When our side saw this shot so favorable for them, they began to raise such loud cries that one could not have heard it thunder. Meanwhile, the arrows flew on both sides. The Iroquois were greatly astonished that two men had been so quickly killed, although they were equipped with armor woven from cotton thread, and with wood which was proof against their arrows. This caused great alarm among them. As I was loading again, one of my companions fired a shot from the woods, which astonished them anew to such a degree that, seeing their chiefs dead, they lost courage, and took to flight, abandoning their camp and fort, and fleeing into the woods, whither I pursued them, killing still more of them. Our savages also killed several of them, and took ten or twelve prisoners. The remainder escaped with the wounded. Fifteen or sixteen were wounded on our side with arrow-shots; but they were soon healed.

Loading the musket with multiple bullets was common. John Smith did the same thing in his skirmishes with Powhatan. Contemporary military writers Humfrey Barwick and Thomas Digges both mention the practice. Digges, an experienced artillerist, put the effective range of this “case shot” at 100 paces.

The problem with loading a musket with more than one bullet is that it increased the pressure in the barrel, and with it the chance that the weapon could explode. Indeed, in an earlier skirmish, Champlain’s musket, “bursting in my hands, came near killing me.”

Saukamappee: Plains Indians Use Guns in Battle for the First Time

This is an account by the Peigan Indian Saukamappee, whose life and times were recorded by the explorer David Thompson. Saukamappee describes the radical effect of firearms on Plains Indian warfare. Before, battles were fought with stone clubs and bows, and ended in stalemate unless one side was much larger. With only a handful of guns, Saukamappee’s side was able to turn what looked like a sure defeat by a numerically superior enemy into a victory.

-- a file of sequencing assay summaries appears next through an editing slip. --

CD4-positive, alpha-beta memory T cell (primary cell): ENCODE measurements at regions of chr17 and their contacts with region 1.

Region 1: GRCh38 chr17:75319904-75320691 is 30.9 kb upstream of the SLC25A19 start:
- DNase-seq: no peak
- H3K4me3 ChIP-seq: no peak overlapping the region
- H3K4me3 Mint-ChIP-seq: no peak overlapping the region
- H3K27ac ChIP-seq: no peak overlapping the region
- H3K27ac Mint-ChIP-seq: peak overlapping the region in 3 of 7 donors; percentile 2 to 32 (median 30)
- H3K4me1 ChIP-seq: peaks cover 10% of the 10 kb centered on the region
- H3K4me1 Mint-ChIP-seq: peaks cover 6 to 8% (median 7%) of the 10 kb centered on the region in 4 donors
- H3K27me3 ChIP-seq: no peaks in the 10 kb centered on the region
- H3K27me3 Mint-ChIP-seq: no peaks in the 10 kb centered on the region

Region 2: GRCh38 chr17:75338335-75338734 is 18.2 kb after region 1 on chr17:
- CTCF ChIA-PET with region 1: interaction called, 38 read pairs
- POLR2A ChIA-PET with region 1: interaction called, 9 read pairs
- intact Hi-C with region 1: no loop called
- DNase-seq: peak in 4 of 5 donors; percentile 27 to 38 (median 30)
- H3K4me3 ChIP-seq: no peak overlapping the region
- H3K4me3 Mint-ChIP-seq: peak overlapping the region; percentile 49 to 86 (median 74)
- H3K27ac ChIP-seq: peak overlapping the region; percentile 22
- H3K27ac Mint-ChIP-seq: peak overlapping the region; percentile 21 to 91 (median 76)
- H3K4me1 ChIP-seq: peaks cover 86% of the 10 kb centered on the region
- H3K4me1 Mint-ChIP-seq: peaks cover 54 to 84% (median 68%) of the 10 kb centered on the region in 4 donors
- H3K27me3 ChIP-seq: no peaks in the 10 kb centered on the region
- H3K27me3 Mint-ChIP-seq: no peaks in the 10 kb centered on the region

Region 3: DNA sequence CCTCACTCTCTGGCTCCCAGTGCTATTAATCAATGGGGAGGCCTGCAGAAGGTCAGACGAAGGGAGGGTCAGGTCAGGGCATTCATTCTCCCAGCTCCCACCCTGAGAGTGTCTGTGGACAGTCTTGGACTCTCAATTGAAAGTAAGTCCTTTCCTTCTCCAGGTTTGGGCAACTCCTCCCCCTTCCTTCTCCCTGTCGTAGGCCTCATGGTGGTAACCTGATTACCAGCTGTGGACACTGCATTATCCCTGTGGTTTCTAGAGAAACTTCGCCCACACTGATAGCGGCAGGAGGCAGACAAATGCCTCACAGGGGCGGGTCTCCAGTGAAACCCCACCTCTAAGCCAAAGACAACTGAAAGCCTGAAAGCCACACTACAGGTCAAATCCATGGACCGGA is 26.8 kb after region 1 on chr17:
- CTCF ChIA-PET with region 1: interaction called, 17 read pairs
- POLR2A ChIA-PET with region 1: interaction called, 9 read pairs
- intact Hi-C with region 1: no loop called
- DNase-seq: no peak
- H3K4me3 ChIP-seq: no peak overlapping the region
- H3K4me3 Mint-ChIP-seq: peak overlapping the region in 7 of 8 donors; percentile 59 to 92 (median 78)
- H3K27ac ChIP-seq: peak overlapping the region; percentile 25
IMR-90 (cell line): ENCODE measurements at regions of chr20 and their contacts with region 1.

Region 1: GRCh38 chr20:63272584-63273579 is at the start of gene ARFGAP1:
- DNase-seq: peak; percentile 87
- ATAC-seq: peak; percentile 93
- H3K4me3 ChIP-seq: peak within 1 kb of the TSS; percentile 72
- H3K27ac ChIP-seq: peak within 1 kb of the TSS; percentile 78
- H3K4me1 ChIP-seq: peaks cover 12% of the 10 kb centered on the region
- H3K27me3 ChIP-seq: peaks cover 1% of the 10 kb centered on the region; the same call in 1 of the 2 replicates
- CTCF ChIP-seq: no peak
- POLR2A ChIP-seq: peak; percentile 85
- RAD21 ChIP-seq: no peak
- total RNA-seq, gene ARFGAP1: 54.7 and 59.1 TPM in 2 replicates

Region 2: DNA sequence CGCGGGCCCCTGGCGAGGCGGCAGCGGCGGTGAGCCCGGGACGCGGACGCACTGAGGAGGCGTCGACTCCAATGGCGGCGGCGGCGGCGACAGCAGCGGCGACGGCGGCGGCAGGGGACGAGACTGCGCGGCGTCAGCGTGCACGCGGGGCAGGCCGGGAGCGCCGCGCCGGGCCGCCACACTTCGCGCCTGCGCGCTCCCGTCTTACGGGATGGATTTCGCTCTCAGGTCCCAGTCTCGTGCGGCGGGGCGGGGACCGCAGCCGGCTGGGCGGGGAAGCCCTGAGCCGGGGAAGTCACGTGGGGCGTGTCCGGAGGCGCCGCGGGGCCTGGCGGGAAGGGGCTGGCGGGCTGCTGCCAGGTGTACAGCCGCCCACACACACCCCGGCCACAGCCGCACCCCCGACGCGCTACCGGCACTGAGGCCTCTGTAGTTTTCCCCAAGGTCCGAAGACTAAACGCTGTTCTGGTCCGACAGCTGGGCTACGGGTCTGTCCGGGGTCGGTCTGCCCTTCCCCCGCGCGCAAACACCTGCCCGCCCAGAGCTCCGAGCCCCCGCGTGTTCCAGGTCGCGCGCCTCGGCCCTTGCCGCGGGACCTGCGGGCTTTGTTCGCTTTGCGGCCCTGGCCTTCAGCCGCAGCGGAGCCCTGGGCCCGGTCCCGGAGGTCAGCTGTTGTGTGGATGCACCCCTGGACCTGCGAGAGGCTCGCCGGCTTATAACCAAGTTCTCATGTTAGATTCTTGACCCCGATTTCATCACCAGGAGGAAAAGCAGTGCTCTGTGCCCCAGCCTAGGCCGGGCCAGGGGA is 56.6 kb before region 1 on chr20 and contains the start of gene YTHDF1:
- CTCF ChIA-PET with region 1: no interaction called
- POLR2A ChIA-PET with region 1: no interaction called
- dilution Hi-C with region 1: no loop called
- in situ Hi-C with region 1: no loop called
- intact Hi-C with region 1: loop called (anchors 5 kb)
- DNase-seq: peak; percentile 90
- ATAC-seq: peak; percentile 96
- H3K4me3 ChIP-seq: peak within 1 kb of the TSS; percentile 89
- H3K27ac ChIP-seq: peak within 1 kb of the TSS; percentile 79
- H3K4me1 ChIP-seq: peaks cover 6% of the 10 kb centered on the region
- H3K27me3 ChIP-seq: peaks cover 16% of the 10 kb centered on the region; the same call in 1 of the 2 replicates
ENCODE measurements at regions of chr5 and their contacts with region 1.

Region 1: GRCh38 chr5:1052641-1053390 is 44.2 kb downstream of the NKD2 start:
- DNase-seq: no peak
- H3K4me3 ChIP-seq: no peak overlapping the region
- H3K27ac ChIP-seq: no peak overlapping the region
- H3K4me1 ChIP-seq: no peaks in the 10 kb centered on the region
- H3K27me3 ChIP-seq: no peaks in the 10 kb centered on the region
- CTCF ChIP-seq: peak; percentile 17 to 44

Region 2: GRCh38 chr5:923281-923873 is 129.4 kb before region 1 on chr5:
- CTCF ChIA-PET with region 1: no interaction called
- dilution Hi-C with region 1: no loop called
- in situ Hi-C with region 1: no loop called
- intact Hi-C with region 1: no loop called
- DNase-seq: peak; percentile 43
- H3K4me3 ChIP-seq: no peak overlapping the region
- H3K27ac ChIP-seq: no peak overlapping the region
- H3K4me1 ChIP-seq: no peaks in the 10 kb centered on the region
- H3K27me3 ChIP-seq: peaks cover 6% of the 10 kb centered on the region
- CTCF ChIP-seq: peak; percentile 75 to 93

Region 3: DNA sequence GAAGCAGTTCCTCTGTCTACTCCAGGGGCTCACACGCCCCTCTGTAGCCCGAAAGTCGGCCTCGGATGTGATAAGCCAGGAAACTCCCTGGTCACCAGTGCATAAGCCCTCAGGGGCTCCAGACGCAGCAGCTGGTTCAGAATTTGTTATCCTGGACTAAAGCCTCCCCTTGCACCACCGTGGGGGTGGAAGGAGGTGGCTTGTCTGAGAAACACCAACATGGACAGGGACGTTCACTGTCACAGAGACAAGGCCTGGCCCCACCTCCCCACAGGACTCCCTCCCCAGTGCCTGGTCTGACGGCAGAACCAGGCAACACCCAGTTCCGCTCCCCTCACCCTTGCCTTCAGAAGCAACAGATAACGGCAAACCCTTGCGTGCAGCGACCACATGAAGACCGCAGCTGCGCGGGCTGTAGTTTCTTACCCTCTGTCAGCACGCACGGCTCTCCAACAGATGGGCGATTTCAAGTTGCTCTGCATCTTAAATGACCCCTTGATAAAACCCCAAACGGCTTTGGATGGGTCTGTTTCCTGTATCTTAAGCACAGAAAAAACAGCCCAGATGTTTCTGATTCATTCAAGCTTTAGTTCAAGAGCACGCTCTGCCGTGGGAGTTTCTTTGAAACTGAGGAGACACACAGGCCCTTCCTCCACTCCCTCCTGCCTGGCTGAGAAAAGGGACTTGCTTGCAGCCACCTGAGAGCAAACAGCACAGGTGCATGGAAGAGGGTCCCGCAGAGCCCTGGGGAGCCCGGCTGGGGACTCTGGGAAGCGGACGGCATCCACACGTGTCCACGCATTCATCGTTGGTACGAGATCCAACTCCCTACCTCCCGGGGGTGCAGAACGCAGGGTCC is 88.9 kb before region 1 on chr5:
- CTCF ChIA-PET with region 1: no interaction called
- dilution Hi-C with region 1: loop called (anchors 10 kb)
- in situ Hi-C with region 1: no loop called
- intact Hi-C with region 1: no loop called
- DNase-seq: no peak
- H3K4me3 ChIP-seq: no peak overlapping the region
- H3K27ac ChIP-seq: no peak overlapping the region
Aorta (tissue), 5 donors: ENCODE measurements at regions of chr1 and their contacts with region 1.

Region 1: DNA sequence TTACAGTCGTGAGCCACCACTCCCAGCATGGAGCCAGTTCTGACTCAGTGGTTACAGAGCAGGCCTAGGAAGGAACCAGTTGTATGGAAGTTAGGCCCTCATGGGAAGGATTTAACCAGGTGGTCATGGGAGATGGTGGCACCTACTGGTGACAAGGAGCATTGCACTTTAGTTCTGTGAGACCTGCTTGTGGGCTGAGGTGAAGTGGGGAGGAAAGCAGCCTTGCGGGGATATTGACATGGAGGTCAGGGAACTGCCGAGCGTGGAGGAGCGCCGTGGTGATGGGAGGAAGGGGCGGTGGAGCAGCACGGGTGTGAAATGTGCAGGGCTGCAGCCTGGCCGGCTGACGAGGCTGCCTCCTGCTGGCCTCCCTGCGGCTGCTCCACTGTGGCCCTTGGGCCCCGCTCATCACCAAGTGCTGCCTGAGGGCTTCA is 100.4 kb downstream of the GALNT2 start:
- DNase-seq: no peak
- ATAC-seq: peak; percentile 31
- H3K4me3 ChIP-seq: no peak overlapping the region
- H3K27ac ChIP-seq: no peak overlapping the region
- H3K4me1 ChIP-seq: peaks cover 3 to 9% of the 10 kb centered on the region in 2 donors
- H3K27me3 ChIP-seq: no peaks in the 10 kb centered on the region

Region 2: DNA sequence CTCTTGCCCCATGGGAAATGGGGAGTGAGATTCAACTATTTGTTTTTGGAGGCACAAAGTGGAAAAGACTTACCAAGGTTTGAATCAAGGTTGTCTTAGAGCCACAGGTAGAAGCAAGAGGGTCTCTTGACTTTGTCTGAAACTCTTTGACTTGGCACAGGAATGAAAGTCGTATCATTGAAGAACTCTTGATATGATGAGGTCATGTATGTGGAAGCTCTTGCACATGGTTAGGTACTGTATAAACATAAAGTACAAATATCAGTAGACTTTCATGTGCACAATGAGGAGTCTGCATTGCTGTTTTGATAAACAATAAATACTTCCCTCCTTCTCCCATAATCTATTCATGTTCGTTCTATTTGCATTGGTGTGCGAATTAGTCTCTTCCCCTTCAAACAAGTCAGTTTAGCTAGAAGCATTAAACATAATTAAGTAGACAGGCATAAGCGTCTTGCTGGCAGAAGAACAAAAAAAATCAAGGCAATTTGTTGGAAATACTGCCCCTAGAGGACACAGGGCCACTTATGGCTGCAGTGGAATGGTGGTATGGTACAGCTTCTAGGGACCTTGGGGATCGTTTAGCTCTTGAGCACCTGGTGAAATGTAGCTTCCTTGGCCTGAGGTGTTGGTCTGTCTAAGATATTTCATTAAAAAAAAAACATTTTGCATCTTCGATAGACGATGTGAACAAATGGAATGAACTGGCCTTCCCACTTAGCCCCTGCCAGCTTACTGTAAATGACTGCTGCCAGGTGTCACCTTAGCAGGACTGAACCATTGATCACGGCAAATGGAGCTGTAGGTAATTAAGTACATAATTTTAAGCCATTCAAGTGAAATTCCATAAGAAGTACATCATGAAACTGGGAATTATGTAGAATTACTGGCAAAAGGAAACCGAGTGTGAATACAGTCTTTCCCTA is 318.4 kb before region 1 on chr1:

After some singing and dancing, they sat down on the ground, and placed their large shields before them, which covered them : We did the same, but our shields were not so many, and some of our shields had to shelter two men. Theirs were all placed touching each other ; their Bows were not so long as ours, but of better wood, and the back covered with the sinews of the Bisons which made them very elastic, and their arrows went a long way and whizzed about us as balls do from guns. They were all headed with a sharp, smooth, black stone (flint) which broke when it struck anything. Our iron headed arrows did not go through their shields, but stuck in them ; On both sides several were wounded, but none lay on the ground ; and night put an end to the battle, without a scalp being taken on either side, and in those days such was the result, unless one party was more numerous than the other.

Later, when they had guns:

When the War Chief had viewed us all it was found between us and the Stone Indians we had ten guns and each of us about thirty balls, and powder for the war, and we were considered the strength of the battle. After a few days march our scouts brought us word that the enemy was near in a large war party, but had no Horses with them, for at that time they had very few of them. When we came to meet each other, as usual, each displayed their numbers, weapons and shields, in which they were superior to us, except our guns which were not shown, but kept in their leathern cases, and if we had shown[them], they would have taken them for long clubs. For a long time they held us in suspense ; a Chief was forming a strong party to make an attack on our centre, and the others to enter into combat with those opposite to them.

We prepared for the battle the best we could. Those of us who had guns stood in the front line, and each of us had two balls in his mouth, and a load of powder in his left hand to reload.